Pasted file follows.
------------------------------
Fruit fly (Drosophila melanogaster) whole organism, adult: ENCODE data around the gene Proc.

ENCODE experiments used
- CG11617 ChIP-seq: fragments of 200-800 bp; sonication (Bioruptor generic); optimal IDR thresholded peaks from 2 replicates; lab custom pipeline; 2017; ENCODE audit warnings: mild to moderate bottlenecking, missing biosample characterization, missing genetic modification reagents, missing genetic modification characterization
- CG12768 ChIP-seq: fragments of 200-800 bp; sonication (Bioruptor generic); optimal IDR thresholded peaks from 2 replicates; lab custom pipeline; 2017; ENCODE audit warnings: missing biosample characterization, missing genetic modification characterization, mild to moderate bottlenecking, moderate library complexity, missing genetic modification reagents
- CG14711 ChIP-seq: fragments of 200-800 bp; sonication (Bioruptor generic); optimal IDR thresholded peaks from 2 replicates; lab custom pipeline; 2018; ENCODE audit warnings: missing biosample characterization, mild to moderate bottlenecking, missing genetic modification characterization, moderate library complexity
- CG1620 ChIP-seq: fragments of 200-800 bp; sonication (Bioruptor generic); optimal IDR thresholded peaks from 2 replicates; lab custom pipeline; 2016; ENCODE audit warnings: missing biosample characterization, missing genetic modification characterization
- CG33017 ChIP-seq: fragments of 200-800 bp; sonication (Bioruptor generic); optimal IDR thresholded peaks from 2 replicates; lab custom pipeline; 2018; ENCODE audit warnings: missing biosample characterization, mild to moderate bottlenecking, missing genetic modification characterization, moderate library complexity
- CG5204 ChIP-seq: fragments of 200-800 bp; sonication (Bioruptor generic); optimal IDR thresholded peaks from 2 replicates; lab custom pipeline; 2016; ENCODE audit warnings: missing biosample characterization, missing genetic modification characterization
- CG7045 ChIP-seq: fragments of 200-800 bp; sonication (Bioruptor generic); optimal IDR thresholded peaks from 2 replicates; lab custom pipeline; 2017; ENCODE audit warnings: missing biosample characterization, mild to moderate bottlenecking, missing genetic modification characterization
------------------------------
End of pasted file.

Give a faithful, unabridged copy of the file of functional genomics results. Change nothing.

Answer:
Fruit fly (Drosophila melanogaster) whole organism, adult: ENCODE data around the gene Proc.

ENCODE experiments used
- CG11617 ChIP-seq: fragments of 200-800 bp; sonication (Bioruptor generic); optimal IDR thresholded peaks from 2 replicates; lab custom pipeline; 2017; ENCODE audit warnings: mild to moderate bottlenecking, missing biosample characterization, missing genetic modification reagents, missing genetic modification characterization
- CG12768 ChIP-seq: fragments of 200-800 bp; sonication (Bioruptor generic); optimal IDR thresholded peaks from 2 replicates; lab custom pipeline; 2017; ENCODE audit warnings: missing biosample characterization, missing genetic modification characterization, mild to moderate bottlenecking, moderate library complexity, missing genetic modification reagents
- CG14711 ChIP-seq: fragments of 200-800 bp; sonication (Bioruptor generic); optimal IDR thresholded peaks from 2 replicates; lab custom pipeline; 2018; ENCODE audit warnings: missing biosample characterization, mild to moderate bottlenecking, missing genetic modification characterization, moderate library complexity
- CG1620 ChIP-seq: fragments of 200-800 bp; sonication (Bioruptor generic); optimal IDR thresholded peaks from 2 replicates; lab custom pipeline; 2016; ENCODE audit warnings: missing biosample characterization, missing genetic modification characterization
- CG33017 ChIP-seq: fragments of 200-800 bp; sonication (Bioruptor generic); optimal IDR thresholded peaks from 2 replicates; lab custom pipeline; 2018; ENCODE audit warnings: missing biosample characterization, mild to moderate bottlenecking, missing genetic modification characterization, moderate library complexity
- CG5204 ChIP-seq: fragments of 200-800 bp; sonication (Bioruptor generic); optimal IDR thresholded peaks from 2 replicates; lab custom pipeline; 2016; ENCODE audit warnings: missing biosample characterization, missing genetic modification characterization
- CG7045 ChIP-seq: fragments of 200-800 bp; sonication (Bioruptor generic); optimal IDR thresholded peaks from 2 replicates; lab custom pipeline; 2017; ENCODE audit warnings: missing biosample characterization, mild to moderate bottlenecking, missing genetic modification characterization